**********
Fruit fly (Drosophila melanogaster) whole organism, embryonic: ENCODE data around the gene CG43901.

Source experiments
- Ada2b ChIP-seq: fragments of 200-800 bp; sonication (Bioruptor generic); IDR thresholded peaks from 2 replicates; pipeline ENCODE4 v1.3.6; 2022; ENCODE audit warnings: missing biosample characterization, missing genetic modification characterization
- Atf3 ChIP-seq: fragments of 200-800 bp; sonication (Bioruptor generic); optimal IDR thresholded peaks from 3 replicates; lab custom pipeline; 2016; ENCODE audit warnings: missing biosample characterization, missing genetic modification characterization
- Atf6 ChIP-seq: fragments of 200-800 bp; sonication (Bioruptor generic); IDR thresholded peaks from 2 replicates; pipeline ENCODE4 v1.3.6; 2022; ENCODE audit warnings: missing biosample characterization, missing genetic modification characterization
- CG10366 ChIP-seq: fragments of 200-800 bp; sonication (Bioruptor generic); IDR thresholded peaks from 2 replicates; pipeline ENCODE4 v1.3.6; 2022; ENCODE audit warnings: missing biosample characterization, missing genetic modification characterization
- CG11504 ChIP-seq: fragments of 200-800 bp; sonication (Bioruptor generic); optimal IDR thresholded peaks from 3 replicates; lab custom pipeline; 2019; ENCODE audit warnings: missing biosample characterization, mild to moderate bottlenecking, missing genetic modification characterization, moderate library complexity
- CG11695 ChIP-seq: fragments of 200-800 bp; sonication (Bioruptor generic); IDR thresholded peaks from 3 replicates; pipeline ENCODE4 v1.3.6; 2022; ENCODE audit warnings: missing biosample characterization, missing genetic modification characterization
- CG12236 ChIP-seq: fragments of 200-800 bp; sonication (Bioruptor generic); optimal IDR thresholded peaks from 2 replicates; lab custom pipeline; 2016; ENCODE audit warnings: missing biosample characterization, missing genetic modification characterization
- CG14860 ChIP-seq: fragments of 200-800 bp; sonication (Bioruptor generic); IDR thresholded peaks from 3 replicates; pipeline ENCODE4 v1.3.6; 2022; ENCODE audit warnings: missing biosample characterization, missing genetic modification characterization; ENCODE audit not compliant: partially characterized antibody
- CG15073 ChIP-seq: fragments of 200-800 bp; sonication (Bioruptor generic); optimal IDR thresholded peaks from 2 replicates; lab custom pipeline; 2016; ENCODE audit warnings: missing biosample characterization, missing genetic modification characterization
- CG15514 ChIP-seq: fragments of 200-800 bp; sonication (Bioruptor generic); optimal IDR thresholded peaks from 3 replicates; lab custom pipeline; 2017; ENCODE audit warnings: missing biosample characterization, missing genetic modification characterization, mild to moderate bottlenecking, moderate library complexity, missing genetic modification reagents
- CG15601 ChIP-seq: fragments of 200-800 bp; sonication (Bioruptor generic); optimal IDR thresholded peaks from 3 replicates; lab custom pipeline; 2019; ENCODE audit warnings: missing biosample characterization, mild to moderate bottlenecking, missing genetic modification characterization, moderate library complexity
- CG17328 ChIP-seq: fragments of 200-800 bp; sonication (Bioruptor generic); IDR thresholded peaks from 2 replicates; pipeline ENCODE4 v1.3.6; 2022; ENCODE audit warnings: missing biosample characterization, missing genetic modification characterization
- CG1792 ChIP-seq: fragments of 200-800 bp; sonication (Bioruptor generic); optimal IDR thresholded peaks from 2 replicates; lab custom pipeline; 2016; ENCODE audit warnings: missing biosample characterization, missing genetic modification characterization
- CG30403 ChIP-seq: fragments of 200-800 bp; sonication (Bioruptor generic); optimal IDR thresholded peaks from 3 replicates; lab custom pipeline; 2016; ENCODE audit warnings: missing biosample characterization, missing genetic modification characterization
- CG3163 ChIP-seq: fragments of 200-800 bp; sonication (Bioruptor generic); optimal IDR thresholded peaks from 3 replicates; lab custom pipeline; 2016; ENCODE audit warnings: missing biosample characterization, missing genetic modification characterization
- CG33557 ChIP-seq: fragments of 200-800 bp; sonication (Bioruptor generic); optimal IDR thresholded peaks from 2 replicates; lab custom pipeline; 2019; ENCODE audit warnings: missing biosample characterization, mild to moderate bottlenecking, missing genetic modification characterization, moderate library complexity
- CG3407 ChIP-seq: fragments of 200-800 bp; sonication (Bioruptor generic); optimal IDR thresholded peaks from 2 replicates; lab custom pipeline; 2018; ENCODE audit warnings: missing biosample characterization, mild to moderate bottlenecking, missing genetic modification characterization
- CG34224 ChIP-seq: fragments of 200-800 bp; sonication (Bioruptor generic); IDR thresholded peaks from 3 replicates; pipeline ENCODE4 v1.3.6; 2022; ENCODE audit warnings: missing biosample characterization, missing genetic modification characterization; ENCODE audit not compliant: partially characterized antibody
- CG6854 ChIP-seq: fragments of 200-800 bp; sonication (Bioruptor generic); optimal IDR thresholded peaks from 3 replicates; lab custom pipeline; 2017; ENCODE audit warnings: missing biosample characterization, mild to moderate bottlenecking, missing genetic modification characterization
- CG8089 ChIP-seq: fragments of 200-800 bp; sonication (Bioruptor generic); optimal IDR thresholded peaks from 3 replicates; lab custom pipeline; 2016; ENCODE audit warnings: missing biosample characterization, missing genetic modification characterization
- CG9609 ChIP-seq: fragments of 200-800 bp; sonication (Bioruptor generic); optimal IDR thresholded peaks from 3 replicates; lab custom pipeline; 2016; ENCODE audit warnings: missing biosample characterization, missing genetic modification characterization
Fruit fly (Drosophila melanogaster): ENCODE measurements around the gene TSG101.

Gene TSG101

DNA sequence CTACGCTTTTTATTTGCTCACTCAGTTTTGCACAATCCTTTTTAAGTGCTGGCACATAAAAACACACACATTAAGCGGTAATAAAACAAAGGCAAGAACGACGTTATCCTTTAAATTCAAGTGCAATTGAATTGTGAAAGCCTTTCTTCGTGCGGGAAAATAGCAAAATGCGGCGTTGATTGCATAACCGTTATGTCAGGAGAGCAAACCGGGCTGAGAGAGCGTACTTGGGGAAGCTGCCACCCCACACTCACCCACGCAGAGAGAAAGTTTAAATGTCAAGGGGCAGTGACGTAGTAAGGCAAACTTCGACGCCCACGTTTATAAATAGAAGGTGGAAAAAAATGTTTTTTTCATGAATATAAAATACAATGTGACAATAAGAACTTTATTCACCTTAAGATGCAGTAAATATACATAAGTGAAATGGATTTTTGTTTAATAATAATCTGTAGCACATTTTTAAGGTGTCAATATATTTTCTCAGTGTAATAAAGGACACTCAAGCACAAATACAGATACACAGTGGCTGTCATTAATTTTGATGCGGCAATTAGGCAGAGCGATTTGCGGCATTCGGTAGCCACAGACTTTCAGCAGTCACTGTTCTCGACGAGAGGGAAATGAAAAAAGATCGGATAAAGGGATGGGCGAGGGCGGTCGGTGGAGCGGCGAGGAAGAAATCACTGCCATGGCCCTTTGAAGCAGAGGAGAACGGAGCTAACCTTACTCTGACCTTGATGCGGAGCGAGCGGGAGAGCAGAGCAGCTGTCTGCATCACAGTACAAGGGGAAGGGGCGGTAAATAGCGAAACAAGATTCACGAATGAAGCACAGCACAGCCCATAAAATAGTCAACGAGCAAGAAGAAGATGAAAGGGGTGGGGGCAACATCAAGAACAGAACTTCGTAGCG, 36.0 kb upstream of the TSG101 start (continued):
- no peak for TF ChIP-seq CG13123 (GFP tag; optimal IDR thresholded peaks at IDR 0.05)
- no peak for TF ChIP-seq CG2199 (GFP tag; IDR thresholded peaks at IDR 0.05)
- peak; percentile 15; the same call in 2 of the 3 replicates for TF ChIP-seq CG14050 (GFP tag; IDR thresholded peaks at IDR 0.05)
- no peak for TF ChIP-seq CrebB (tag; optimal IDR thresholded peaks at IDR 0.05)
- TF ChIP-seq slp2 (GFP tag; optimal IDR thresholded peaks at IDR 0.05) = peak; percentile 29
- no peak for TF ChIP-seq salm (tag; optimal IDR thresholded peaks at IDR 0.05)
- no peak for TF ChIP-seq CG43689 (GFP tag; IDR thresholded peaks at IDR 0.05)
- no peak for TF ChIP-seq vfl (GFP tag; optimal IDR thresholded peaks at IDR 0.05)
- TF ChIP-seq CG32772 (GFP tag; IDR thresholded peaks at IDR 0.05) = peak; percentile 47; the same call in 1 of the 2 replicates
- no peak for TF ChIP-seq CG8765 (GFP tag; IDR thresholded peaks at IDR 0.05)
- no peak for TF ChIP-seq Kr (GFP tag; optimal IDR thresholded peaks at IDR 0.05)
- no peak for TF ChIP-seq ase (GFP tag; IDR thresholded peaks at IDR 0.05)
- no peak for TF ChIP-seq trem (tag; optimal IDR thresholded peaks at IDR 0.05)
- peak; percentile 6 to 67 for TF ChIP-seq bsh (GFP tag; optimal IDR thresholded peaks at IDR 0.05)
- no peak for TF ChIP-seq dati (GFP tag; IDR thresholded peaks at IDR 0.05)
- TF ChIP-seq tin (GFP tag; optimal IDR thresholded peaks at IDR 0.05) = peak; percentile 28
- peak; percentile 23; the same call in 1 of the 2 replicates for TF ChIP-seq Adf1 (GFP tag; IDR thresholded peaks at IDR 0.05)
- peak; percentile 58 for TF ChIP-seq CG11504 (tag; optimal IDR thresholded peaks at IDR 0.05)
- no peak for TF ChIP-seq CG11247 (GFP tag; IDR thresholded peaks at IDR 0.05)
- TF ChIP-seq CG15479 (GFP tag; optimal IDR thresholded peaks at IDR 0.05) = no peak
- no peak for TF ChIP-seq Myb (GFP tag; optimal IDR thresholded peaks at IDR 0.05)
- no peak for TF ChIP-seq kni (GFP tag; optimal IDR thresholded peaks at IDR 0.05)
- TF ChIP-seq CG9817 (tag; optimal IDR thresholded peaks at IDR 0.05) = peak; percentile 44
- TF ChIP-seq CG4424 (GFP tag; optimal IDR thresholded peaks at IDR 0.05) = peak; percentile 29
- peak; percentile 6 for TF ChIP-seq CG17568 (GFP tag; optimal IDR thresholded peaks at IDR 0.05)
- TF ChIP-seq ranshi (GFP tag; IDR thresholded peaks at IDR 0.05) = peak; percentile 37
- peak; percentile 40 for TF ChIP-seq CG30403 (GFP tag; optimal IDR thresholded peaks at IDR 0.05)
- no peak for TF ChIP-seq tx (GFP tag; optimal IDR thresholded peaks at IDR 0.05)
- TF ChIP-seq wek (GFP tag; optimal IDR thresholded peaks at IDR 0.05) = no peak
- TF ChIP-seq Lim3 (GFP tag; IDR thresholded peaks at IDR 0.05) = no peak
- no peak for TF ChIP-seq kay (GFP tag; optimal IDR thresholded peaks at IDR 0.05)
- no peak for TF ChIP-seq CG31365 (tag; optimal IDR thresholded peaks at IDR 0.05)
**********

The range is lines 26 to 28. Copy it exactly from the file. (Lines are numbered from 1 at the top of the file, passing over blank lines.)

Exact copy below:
DNA sequence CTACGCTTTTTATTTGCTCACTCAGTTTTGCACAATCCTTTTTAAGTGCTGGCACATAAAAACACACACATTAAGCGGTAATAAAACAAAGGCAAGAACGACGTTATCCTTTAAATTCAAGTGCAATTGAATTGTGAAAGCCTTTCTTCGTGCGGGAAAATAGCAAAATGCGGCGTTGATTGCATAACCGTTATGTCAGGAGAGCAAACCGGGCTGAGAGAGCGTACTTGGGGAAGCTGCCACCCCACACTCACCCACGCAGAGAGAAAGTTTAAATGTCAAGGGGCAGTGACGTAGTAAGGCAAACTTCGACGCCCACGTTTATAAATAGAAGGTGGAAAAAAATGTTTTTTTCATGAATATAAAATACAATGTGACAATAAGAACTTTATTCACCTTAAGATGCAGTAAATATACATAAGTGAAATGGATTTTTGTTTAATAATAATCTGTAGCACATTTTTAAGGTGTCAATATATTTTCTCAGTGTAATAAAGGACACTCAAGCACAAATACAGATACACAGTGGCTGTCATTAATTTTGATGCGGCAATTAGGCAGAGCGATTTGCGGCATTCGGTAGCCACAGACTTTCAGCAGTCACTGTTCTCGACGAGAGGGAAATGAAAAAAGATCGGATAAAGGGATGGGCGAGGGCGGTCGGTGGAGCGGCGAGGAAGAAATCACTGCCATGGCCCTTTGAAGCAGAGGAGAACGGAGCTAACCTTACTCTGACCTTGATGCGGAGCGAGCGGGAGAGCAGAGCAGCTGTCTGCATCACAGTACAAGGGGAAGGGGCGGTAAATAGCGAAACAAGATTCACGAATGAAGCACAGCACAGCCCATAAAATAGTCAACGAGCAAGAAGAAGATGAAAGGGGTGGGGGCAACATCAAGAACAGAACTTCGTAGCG, 36.0 kb upstream of the TSG101 start (continued):
- no peak for TF ChIP-seq CG13123 (GFP tag; optimal IDR thresholded peaks at IDR 0.05)
- no peak for TF ChIP-seq CG2199 (GFP tag; IDR thresholded peaks at IDR 0.05)